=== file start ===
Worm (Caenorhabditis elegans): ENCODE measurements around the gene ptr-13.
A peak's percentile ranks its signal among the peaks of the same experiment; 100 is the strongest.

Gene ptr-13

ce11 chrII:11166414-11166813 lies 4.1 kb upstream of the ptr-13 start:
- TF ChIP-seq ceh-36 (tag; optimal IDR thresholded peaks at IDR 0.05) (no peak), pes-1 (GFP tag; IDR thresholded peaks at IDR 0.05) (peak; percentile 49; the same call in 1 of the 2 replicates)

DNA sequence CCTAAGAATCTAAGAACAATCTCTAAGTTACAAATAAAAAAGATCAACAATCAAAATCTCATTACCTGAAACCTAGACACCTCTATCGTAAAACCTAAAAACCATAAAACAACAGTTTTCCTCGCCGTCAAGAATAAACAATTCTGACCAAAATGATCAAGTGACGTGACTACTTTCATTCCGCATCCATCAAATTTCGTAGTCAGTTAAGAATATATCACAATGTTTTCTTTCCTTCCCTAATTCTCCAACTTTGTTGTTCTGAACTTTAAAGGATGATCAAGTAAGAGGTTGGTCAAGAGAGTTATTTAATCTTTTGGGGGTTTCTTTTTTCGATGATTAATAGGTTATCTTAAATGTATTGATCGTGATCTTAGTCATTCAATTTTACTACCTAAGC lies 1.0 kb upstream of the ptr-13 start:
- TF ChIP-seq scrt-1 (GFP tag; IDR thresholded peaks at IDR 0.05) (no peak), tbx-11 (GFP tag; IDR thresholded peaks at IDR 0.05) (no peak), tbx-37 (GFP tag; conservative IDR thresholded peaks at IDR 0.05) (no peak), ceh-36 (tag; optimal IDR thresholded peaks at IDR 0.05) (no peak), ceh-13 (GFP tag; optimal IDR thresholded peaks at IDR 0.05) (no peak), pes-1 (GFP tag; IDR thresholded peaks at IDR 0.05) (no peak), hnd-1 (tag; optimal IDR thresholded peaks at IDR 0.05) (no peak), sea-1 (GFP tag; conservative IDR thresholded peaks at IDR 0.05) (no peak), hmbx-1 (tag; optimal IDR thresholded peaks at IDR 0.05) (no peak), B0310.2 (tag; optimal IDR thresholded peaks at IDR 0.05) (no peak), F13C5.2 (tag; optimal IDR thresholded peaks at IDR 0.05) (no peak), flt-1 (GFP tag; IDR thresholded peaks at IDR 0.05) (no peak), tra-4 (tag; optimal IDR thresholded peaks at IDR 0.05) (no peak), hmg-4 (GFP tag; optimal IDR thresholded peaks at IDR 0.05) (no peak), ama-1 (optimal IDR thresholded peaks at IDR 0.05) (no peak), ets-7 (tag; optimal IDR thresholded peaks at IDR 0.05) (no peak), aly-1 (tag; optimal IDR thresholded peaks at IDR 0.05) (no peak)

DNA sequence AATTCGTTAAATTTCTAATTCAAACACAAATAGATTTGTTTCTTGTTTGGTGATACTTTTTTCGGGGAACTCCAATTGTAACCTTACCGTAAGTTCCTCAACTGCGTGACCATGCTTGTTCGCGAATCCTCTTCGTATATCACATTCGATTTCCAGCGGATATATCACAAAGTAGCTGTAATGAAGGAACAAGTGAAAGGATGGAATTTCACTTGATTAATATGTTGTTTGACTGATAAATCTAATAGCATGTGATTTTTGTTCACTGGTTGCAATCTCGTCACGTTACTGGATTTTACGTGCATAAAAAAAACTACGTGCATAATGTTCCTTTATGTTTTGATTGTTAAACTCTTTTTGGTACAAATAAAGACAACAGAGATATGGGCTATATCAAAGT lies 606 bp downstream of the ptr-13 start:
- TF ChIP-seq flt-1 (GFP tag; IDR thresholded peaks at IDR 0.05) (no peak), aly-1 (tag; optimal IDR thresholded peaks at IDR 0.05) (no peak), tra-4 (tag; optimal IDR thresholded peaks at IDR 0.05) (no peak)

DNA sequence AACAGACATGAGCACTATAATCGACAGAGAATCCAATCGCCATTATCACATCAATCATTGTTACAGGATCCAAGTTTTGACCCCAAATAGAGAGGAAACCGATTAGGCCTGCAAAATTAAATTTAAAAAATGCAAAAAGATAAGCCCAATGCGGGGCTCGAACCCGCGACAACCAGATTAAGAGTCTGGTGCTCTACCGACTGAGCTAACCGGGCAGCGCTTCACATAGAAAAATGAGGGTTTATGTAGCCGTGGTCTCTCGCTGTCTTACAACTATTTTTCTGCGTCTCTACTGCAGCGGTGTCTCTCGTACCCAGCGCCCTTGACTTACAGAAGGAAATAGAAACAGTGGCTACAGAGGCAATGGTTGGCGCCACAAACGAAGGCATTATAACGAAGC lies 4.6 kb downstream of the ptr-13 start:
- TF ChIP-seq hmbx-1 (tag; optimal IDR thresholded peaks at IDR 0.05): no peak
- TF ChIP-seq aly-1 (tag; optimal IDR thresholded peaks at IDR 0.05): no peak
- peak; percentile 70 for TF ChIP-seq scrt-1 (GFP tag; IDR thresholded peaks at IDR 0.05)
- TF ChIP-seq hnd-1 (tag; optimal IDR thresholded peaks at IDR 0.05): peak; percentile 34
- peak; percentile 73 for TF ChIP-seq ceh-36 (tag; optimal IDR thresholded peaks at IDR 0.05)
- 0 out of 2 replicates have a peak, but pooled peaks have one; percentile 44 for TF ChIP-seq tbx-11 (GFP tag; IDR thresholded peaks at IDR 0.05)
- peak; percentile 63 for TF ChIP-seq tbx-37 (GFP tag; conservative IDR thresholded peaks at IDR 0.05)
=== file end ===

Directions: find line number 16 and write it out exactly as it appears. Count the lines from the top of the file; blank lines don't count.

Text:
- 0 out of 2 replicates have a peak, but pooled peaks have one; percentile 44 for TF ChIP-seq tbx-11 (GFP tag; IDR thresholded peaks at IDR 0.05)